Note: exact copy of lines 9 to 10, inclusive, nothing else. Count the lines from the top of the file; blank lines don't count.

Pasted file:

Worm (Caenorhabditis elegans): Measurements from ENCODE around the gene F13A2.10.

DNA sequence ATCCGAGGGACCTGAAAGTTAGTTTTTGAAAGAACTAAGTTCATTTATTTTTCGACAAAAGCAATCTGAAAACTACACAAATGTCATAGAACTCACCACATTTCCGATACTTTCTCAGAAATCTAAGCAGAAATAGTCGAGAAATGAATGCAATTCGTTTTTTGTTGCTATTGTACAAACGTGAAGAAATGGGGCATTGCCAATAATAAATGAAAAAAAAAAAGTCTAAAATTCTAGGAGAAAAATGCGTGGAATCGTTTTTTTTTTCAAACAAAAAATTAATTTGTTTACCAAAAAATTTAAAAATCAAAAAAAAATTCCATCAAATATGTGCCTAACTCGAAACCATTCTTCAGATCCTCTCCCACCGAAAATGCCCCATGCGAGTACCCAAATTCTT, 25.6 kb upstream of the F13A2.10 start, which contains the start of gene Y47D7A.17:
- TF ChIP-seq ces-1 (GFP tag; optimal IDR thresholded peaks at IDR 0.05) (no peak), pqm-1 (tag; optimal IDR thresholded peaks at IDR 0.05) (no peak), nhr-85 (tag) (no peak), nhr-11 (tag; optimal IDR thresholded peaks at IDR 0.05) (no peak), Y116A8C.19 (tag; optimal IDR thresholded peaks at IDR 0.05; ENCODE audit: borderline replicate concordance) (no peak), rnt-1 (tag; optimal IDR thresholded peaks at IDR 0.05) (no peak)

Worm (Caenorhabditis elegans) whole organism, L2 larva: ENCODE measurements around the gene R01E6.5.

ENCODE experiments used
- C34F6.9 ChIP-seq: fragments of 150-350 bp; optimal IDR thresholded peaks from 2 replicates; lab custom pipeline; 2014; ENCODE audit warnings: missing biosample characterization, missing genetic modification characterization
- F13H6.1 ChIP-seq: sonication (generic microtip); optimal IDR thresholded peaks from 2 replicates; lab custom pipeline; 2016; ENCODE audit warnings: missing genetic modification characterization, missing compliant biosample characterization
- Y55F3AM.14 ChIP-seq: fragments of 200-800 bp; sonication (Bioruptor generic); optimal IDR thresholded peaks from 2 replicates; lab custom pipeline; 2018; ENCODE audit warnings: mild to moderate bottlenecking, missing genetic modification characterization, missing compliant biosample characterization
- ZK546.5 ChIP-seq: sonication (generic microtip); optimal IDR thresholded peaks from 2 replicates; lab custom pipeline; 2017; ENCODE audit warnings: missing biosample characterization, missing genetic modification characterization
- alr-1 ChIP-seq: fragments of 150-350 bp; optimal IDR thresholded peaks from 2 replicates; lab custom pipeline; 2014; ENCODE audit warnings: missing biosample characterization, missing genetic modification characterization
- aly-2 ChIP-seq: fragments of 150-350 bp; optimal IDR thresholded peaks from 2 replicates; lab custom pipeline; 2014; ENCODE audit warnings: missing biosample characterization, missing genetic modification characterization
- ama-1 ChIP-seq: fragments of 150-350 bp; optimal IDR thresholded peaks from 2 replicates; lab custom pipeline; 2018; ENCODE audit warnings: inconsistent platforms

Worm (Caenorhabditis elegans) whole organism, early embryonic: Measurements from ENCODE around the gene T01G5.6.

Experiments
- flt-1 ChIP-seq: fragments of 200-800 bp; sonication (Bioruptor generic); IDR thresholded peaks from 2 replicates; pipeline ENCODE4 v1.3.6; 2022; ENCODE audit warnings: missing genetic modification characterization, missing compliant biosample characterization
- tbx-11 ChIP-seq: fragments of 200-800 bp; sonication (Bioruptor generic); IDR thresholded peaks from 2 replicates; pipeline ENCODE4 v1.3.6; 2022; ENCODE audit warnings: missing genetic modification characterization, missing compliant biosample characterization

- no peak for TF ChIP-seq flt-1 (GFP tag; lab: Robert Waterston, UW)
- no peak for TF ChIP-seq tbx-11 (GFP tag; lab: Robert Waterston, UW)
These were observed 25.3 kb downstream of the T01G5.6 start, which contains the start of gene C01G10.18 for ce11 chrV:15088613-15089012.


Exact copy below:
- ZK546.5 ChIP-seq: sonication (generic microtip); optimal IDR thresholded peaks from 2 replicates; lab custom pipeline; 2017; ENCODE audit warnings: missing biosample characterization, missing genetic modification characterization
- alr-1 ChIP-seq: fragments of 150-350 bp; optimal IDR thresholded peaks from 2 replicates; lab custom pipeline; 2014; ENCODE audit warnings: missing biosample characterization, missing genetic modification characterization